In the isobaths from 91 to 95 m, the first four oscillation modes that were recorded in the spectra of the measurements in the lake are again observed (Fig. 8b–f). The first mode shows periods between 7 and 3.7 h with ascending isobaths (Table 2). The difference between the periods does not exceed 2 h for the following oscillation modes. In Fig. 8b, the red line showed an inclination of spectral density of ω−2 for the isobath of 91 m, it is due to the fact that the data-register point is near the coast and the signal is contaminated with low frequency noise.

Table 2 Period of the first longitudinal mode as a function of the isobaths.

The periods recorded for the first oscillation mode in the different isobaths were adjusted using the minimum squares method. The fitting equation is defined as follows:

$${T}_{1}=0.0768{L}_{c}^{2}-15.1{L}_{c}+745.58$$
(13)

where \({T}_{1}\) is the first oscillation mode period (in hours) and \({L}_{c}\) is the isobath value (in meters).

Figure 9 shows the adjustment curve for the first mode seiche periods. The correlation coefficient between the curve and the periods of the first mode (the isobaths as a function of period) is 0.93.

Figure 9
figure9

Points refer to the first mode seiche periods obtained from modelling using the different storage isobaths for the lake, and the solid line is the fitting curve obtained by Eq. 13.

Conclusions

The research results provide the spatial distribution of lake water level oscillations for seiche periods. Furthermore, the five modes theoretically defined from Merian36 and Wilson37 formulas are observable in the spectra of the lake water level fluctuations measured and modelled for the three study sites. The modes calculated from Wilson’s approximation for a parabolic-shaped basin matched the measurements almost exactly.

The oscillations in lake water levels measured in the lake for the first five seiche modes were characterized by periods of 5.9, 3, 2, 1.5 and 1.2 h, whereas the modelled water level presented periods of 5.2, 2.7, 1.9, 1.5 and 1.2 h for the same five modes. Nonetheless, as has been observed in other water bodies, the friction produced by the bottom is an important factor that controls the dissipation of energy, allowing oscillations to cease in less or more time. That is to say, if a lake presents a topography with soft unevennesses, the friction is reduced, allowing the oscillations to remain for a longer time. As a consequence, if forced disturbances are made at the resonance frequency, the oscillations can be significant and will manifest for several hours. The difference presented between the model and the measurements for the first mode is of less than one hour, this is because the model used phases-averaged and does not include all these sources or sink of energy and momentum. However, the periods of the seiches obtained from the measurements and modelling exhibit high correspondence.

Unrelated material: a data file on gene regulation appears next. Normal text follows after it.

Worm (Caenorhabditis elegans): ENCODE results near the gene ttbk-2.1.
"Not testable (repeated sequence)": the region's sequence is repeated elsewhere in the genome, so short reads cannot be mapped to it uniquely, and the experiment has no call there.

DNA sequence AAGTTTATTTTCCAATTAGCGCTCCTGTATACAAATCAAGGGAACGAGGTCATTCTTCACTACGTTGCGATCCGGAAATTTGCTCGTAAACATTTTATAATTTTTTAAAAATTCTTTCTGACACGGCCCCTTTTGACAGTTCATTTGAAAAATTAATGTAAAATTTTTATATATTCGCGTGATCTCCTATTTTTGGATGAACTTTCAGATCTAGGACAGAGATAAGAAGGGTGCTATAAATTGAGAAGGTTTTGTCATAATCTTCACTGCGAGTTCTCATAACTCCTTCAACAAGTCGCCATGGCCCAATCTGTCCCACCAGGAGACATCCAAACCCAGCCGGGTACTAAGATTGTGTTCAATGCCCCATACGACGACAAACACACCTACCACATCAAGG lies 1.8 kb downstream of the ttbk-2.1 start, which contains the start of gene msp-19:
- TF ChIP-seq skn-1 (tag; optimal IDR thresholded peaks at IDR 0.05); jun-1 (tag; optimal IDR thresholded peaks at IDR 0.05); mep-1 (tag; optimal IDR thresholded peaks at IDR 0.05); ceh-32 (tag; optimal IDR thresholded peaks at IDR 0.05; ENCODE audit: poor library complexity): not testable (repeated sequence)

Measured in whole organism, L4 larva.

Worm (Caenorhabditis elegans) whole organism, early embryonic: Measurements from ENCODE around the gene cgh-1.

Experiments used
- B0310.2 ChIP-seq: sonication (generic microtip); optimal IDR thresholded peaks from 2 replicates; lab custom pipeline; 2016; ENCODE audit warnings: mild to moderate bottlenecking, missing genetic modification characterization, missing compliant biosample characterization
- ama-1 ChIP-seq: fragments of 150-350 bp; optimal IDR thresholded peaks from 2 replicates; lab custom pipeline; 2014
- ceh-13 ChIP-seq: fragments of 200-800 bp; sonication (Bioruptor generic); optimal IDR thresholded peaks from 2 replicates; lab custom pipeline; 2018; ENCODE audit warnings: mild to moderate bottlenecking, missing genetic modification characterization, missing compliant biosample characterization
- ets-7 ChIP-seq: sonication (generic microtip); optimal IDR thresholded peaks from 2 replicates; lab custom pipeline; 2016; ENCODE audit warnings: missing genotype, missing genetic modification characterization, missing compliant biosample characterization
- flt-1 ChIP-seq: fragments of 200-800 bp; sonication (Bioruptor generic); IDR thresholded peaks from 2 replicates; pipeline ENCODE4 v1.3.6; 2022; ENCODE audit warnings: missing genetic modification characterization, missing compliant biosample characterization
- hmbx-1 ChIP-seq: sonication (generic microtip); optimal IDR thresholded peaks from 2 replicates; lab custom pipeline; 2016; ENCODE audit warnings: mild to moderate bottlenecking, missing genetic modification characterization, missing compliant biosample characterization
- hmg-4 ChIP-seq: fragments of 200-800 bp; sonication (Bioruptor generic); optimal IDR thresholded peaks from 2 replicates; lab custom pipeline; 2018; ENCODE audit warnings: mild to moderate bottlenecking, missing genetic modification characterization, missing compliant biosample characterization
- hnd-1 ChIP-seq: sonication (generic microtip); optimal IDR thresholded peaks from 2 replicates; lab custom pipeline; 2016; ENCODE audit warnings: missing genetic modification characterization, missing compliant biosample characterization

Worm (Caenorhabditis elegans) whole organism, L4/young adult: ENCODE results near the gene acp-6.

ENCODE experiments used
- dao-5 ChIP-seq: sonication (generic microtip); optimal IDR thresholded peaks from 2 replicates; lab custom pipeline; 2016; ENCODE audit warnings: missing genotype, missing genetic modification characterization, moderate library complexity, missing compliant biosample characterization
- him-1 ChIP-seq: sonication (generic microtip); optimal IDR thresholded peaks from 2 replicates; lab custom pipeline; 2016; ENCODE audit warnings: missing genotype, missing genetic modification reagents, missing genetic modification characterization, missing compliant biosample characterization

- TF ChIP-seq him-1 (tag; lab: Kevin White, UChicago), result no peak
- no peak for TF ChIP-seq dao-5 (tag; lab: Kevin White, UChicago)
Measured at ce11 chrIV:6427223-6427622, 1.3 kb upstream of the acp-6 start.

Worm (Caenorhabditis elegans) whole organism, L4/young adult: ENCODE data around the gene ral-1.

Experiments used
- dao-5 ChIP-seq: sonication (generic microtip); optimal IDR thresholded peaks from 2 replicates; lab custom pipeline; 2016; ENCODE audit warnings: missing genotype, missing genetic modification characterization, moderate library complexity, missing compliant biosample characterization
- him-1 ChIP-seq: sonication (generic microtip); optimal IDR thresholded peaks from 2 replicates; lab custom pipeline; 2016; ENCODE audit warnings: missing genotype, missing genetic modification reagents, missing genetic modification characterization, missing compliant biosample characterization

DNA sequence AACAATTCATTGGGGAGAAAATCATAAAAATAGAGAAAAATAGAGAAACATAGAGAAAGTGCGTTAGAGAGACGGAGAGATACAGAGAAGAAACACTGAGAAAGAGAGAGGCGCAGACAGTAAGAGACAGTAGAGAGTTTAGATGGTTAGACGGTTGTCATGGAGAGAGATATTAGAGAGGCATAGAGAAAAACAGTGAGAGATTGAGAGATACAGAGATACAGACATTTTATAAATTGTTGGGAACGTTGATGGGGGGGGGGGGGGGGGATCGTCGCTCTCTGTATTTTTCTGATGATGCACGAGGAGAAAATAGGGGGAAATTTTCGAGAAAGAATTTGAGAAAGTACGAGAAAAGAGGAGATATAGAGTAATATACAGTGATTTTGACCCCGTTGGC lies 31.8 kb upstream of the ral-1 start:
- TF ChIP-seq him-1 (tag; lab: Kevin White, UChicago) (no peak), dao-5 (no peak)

The lake-level water elevations generated by the model showed two transverse nodal lines for the first mode, with maximum heights along the east and west coasts reaching 17 and 14 mm, respectively. The second mode corresponding to the 2.7 h period displayed two nodal lines in the central part of the lake (transverse and longitudinal). The first completely crosses the lake from north to south, while the second is located in a smaller south-central area of the lake.

Finally, we can conclude that the HAMSOM model is a useful approximation for studying seiches in Lake Chapala. In addition, the presented results allowed us to evaluate the seiches’ modes at different levels of storage that could be present in Lake Chapala. In conclusion, it has been shown that the periods of the first seiche modes decrease as the lake (isobath) storage level decreases. The difference in period between the 90 to 95 m isobath of the first seiche mode has reached 5.2 h.

This paper provides the first limnological approach to understanding free periodic oscillations in Mexican lakes. Theoretical calculations of the seiches in the lake require experimental calibration, which the authors plan to perform in the near future. It is also necessary to carry out a study with a three-dimensional model that allows for the inclusion of several layers, energy sources, and turbulence.

Data Availability

The datasets generated during and/or analysed during the current study are available from the corresponding author on reasonable request.

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Acknowledgements

The authors thank to the Consejo Nacional de Ciencia y Tecnología (Mexico) for their financial support of projects 33667-T and 41667.

Author information

D.A.C., C.O.M. and A.F. collected and analysed field data, adjusted the model, interpreted results, and wrote the manuscript. I.T. devised the research study, collected and analysed field data, and oversaw all aspects of manuscript preparation and submission. P.L.C. and J.R.G.G. supervised the modelling, contributed to writing the methods and supporting information and contributed to the development of research ideas and interpretations of findings. All authors reviewed and revised the manuscript.

Correspondence to David Avalos Cueva.

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Avalos Cueva, D., Monzón, C.O., Filonov, A. et al. Natural Frequencies of seiches in Lake Chapala. Sci Rep 9, 11863 (2019) doi:10.1038/s41598-019-48319-6